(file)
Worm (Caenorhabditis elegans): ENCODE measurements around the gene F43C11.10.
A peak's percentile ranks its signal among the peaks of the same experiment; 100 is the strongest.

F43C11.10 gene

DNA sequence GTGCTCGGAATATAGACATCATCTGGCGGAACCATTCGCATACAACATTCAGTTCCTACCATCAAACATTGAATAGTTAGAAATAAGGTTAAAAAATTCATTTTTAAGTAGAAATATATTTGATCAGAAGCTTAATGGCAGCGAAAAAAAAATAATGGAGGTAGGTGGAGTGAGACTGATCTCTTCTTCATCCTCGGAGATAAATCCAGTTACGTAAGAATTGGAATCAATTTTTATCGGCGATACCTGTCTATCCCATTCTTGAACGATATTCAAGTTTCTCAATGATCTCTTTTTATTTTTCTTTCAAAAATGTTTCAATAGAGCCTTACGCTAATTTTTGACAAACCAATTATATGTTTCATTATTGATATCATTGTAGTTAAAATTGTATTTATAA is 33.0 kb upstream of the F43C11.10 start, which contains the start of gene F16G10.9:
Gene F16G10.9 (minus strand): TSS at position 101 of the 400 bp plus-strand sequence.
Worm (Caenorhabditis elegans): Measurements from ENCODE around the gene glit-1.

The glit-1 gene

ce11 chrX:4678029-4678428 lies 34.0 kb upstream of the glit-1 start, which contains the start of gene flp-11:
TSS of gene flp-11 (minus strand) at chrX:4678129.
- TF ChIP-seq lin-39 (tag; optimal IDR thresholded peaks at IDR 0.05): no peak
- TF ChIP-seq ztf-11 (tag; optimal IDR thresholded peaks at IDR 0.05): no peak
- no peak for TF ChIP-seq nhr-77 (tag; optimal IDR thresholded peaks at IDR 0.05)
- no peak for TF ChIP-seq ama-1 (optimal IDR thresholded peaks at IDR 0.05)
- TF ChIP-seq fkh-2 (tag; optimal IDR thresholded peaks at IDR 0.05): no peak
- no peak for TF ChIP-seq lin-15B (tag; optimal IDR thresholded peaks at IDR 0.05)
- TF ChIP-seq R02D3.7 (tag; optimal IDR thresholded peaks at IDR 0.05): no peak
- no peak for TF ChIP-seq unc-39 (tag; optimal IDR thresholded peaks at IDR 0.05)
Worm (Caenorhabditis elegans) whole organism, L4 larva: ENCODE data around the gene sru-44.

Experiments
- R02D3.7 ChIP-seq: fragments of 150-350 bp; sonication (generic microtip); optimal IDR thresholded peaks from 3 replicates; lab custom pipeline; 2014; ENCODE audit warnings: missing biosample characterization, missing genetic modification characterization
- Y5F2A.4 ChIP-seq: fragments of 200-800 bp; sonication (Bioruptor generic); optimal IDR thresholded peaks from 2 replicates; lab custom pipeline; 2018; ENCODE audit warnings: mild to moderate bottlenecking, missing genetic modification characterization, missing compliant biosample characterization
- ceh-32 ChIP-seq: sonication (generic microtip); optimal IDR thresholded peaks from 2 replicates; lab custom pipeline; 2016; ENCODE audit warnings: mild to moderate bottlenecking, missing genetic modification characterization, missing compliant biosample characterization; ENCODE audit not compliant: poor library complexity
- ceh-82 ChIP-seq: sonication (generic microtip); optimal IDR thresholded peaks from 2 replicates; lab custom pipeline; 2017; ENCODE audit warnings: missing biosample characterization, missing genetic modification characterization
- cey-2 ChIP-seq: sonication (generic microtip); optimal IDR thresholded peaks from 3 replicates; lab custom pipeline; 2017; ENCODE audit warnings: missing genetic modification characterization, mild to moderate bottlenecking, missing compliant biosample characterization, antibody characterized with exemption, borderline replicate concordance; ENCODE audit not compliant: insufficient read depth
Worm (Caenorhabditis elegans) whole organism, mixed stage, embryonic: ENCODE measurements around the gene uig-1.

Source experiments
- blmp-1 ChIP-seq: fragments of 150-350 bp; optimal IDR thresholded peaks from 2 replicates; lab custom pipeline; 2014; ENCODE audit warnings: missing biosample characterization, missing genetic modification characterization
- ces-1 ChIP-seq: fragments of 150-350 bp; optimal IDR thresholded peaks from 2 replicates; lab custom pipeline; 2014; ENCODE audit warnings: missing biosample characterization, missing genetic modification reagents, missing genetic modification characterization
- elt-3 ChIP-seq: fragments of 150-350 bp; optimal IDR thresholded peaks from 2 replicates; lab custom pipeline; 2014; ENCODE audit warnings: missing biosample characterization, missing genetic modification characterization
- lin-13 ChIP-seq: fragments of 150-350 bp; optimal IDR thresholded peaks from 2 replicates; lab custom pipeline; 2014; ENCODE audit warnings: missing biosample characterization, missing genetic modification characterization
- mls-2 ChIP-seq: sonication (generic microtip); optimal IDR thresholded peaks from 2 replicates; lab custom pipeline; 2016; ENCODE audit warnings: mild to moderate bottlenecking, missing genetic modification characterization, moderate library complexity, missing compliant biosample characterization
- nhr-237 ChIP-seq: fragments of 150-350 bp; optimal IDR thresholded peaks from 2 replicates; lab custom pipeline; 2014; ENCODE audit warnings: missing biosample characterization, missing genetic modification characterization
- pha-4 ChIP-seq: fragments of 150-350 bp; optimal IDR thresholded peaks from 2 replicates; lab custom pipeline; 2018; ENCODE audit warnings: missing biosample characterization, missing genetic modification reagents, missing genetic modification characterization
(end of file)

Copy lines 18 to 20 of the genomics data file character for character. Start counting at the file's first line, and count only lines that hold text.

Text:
Worm (Caenorhabditis elegans) whole organism, L4 larva: ENCODE data around the gene sru-44.

Experiments
- R02D3.7 ChIP-seq: fragments of 150-350 bp; sonication (generic microtip); optimal IDR thresholded peaks from 3 replicates; lab custom pipeline; 2014; ENCODE audit warnings: missing biosample characterization, missing genetic modification characterization